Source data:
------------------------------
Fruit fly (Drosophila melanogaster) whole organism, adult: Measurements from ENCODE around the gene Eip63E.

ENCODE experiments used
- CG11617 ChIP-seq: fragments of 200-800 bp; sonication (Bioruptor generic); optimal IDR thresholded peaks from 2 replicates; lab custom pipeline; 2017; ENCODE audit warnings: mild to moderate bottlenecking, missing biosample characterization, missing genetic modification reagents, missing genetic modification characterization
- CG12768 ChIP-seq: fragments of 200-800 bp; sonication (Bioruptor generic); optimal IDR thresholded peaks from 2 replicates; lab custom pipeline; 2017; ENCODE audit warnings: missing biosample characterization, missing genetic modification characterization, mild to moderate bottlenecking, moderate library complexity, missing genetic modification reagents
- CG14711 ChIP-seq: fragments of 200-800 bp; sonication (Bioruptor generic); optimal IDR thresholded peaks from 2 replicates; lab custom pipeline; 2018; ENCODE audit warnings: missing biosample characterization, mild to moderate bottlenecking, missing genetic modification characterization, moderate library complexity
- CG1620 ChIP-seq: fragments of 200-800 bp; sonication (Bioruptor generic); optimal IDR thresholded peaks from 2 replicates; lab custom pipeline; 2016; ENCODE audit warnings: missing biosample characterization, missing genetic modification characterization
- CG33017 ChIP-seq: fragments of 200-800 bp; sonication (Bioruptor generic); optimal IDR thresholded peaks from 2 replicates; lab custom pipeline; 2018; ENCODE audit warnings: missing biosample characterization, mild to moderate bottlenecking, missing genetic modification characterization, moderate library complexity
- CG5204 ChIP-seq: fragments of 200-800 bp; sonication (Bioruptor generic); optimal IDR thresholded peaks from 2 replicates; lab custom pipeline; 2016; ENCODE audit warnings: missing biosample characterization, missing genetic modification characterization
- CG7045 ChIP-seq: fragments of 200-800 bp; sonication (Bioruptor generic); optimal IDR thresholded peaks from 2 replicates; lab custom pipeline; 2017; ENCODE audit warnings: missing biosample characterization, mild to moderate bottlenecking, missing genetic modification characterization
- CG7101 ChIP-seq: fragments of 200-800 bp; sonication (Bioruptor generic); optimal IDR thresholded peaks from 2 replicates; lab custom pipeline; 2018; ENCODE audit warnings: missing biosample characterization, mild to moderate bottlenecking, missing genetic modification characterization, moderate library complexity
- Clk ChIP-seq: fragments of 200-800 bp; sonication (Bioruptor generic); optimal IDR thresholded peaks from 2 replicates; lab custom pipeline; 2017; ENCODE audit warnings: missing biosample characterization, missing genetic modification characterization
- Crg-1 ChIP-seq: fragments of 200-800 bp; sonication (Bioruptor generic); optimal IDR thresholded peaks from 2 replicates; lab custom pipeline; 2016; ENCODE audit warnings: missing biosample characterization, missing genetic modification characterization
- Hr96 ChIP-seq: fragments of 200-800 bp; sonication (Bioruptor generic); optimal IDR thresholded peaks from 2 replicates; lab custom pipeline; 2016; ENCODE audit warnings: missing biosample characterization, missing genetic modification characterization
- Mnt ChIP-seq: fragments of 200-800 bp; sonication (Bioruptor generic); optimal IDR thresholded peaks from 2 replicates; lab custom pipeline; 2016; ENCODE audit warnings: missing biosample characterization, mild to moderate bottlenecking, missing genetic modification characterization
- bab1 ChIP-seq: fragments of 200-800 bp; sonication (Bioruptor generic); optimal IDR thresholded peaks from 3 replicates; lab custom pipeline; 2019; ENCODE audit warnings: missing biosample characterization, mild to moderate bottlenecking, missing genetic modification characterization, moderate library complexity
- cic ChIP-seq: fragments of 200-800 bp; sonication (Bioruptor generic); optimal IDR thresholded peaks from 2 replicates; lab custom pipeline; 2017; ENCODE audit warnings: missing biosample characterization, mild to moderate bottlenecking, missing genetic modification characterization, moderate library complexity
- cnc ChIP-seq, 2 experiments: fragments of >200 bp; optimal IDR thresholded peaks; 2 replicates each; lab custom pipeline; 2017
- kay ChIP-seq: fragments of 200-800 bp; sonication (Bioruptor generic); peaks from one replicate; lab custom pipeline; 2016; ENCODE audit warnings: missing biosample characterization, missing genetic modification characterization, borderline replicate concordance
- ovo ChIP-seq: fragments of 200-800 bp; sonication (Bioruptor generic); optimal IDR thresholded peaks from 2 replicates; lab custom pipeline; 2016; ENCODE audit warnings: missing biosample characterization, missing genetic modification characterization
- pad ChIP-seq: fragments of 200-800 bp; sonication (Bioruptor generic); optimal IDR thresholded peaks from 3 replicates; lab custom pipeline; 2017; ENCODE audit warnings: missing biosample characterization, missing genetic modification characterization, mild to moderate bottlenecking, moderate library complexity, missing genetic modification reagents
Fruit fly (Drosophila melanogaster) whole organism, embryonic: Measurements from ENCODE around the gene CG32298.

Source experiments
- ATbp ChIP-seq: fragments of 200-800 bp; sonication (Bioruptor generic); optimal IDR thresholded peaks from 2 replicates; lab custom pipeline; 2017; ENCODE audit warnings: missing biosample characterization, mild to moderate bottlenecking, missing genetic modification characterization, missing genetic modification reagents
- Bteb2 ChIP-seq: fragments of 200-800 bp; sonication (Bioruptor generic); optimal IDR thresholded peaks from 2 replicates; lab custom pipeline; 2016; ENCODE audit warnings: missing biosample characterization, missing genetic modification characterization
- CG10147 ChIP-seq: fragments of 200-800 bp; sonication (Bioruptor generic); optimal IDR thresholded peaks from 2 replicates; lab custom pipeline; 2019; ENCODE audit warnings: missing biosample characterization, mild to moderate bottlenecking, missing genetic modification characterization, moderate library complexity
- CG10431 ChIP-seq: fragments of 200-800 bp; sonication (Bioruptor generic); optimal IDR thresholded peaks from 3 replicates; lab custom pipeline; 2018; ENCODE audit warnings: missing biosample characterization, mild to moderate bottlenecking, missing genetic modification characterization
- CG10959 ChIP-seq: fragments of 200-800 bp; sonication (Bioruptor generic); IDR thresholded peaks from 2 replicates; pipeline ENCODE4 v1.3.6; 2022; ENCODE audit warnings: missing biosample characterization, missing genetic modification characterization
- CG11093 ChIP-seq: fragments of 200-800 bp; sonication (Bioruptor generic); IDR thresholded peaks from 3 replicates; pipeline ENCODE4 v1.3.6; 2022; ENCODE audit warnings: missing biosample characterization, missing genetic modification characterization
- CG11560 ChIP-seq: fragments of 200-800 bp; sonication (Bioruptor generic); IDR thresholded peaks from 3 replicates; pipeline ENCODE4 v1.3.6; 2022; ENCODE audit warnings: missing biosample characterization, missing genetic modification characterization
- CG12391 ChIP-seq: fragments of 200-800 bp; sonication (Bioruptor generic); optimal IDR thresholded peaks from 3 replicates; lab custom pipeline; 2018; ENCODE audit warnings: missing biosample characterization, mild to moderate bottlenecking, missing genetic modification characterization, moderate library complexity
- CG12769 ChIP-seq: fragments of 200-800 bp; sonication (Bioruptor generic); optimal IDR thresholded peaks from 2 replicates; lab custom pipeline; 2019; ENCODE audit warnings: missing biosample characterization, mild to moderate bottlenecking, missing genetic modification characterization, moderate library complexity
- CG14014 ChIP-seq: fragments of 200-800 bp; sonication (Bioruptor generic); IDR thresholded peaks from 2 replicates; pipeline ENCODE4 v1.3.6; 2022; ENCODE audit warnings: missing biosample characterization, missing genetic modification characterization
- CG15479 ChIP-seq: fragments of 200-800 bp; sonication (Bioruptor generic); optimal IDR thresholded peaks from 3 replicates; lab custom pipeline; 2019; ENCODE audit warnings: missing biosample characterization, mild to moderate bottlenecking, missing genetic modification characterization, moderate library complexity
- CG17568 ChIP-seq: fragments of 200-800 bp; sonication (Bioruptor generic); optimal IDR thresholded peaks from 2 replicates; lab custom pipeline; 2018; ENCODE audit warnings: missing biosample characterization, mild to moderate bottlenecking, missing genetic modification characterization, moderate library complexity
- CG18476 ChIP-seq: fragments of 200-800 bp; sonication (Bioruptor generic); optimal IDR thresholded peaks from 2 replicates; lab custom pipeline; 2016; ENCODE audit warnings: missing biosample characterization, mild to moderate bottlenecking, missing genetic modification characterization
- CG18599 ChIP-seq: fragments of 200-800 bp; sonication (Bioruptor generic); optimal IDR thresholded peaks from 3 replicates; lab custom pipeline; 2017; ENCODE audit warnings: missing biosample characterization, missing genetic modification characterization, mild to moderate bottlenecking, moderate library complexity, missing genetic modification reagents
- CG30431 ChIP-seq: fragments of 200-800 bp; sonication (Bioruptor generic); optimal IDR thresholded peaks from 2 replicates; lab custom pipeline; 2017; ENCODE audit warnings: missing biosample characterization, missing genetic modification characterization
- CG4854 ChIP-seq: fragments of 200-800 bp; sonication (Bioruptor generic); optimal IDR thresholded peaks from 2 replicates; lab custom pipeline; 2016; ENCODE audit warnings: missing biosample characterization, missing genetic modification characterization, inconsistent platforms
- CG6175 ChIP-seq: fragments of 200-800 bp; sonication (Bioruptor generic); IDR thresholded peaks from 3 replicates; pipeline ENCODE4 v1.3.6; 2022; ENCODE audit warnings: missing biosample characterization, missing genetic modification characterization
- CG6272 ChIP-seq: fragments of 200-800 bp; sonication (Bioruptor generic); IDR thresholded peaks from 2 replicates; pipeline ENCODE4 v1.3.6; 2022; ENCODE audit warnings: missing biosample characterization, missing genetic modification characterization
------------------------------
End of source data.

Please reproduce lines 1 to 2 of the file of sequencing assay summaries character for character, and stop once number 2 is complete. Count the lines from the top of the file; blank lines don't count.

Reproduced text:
Fruit fly (Drosophila melanogaster) whole organism, adult: Measurements from ENCODE around the gene Eip63E.

ENCODE experiments used